OBSERVER: According to the World Health Organization, each year more than 700,000 people take their own life after many suicide attempts, and for every suicide there are likely 20 other people making such an attempt and many more having serious thoughts about it.
In Antigua and Barbuda, Dr Chenelle Joseph, a specialist in internal medicine and psychiatry, said she receives about four clients each week between the ages of 25 and 45 who have tried to take their own life.
“I don’t have any statistics for Antigua. What I do have is the number of suicide attempts I would see, which is about four or more individuals per week.
“The most common way is medication overdose but there is also self-inflicting injury usually by cutting. There have been a few attempting hangings,” she told the Observer AM show.
The number of suicides in Antigua and Barbuda over the last couple of years has sparked concern locally.
Dr Joseph, who has a private psychiatry practice in Long Street, St John’s, was speaking to mark September’s Suicide Awareness Prevention Month.
She continued that 80 percent of her clients only seek help after they have already tried to end their life.
In fact, she said, “The medication overdoses they come in because they don’t feel well, they are having severe pain or they are vomiting continuously and so they really come in to get rid of the discomfort.
“There’ve been unfortunately some severe cases where these persons were found and had to be brought in unresponsive by family or EMTs so first they require medical help, get them stable, and sometimes I get consulted to determine whether it is safe for them to go home or whether it may be best for them to go to Clarevue or something in between,” Joseph added.
She went on to share some of the main causes of suicide in the country.
“An overwhelming feeling of hopelessness and it usually stems from social issues, marital conflicts, financial struggles are a big one, poor support. So, a lot of these individuals are struggling with an issue and friends aren’t really paying attention or notice,” she said.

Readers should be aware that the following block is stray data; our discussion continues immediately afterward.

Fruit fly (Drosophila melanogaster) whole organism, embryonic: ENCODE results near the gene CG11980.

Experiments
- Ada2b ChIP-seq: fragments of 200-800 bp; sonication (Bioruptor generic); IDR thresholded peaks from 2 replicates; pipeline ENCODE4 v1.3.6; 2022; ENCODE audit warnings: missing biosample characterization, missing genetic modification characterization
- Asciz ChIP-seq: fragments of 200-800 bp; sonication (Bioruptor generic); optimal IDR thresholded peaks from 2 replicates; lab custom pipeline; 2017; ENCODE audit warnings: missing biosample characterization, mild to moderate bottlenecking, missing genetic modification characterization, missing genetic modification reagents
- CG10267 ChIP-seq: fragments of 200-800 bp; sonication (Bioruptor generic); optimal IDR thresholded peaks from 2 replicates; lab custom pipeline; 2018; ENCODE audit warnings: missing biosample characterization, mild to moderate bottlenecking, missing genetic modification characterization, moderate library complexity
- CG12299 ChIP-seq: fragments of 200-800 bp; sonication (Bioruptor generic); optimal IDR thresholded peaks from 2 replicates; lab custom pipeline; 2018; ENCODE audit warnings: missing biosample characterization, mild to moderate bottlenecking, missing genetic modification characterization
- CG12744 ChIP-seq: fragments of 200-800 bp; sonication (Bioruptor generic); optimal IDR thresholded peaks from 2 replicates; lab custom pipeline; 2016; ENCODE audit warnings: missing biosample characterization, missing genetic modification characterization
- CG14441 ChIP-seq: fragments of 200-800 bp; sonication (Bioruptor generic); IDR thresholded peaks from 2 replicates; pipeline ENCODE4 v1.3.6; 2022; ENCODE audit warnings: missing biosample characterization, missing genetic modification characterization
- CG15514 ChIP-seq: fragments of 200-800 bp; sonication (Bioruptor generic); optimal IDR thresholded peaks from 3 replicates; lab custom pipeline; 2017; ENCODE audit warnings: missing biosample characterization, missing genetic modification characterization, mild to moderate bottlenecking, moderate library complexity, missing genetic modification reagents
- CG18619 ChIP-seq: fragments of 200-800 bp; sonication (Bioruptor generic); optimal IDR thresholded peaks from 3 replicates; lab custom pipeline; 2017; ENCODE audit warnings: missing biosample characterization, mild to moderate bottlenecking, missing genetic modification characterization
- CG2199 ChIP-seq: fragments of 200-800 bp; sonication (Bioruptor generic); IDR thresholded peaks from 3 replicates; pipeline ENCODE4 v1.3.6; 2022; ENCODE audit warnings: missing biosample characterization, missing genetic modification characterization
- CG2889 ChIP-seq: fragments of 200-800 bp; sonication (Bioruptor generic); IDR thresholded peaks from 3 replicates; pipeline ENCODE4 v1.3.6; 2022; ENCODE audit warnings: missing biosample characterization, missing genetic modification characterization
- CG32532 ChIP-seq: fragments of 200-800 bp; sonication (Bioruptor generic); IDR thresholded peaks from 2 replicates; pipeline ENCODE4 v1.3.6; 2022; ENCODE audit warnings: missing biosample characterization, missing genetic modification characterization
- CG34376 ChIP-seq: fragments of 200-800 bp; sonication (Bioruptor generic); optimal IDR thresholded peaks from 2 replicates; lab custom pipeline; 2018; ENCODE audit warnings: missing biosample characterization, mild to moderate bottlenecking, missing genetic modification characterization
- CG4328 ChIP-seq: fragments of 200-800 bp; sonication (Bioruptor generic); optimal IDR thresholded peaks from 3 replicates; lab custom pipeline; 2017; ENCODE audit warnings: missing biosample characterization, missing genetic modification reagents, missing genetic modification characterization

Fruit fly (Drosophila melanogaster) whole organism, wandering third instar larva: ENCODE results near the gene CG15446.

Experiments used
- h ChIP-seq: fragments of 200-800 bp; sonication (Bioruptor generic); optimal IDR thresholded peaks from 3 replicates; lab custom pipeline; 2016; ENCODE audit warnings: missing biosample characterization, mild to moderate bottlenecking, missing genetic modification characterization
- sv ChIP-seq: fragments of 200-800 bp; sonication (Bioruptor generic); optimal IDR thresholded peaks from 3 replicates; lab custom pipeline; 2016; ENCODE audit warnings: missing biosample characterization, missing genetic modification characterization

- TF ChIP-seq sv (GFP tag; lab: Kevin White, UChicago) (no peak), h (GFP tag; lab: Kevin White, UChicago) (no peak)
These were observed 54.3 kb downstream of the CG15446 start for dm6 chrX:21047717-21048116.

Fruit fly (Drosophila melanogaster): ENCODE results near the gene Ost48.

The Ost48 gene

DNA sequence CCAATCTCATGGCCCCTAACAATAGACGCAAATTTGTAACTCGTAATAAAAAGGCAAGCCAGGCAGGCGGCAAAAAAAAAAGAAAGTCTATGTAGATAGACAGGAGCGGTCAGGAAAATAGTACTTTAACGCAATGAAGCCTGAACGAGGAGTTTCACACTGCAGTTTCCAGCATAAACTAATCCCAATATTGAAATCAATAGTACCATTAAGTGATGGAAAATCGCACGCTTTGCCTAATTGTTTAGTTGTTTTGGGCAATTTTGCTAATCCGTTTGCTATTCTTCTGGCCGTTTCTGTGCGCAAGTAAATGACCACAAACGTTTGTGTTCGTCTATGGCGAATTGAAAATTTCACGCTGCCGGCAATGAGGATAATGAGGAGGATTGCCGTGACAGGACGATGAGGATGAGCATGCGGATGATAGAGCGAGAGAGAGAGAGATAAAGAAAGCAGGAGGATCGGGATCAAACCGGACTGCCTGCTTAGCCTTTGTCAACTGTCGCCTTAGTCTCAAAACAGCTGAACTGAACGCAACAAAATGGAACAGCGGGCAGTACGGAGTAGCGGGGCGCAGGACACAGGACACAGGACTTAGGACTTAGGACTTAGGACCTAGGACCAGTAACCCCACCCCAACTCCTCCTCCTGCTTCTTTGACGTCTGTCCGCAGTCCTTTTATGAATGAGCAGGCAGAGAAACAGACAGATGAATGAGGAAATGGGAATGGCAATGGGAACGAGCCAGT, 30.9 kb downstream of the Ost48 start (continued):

“Family may not notice or they’ll downplay it; just get over it or you’ll be fine or just go to church, without really touching base with them to see what’s going on, tell me more, how can I help. So, a lot of people resort to attempting suicide because they feel like it’s the only way out. It’s the only way that’s gonna give them some relief.”
The expert then called on the government to take charge of the growing problem.
“We need more investment, more interest from the government level. Mental health is a human right; most civilised countries offer mental health resources through the government. Yes, there are private psychiatrists and therapists but you need to have an option that people can afford.”
Joseph added that she has reached out to the necessary authorities to express her concerns but she either doesn’t hear back or is given excuses.
Acting Chief Medical Officer Dr Teri-Ann Joseph said public discussion on suicide was crucial.
“Statistics show that every 40 seconds someone somewhere in the world will die by suicide,” she told Observer.
“Suicides are preventable and it’s OK to have a conversation about it. It’s also important to look out for warning signs that someone is thinking about it, for example saying things like ‘no one will miss me when I’m gone’, giving away prized possessions, or saying goodbye to loved ones.”
Dr Joseph advised friends and family of a suicidal person to let them know they are there for them and that they care, and to encourage them to seek professional help.
“If you think someone is in immediate danger take them to the Emergency Room at the hospital,” she said.
“You can also reach out to Clarevue Psychiatric Hospital to speak to one of the mental health nurses there; it’s a 24/7 facility. There are also mental health nurses available at the community clinics,” Dr Joseph added.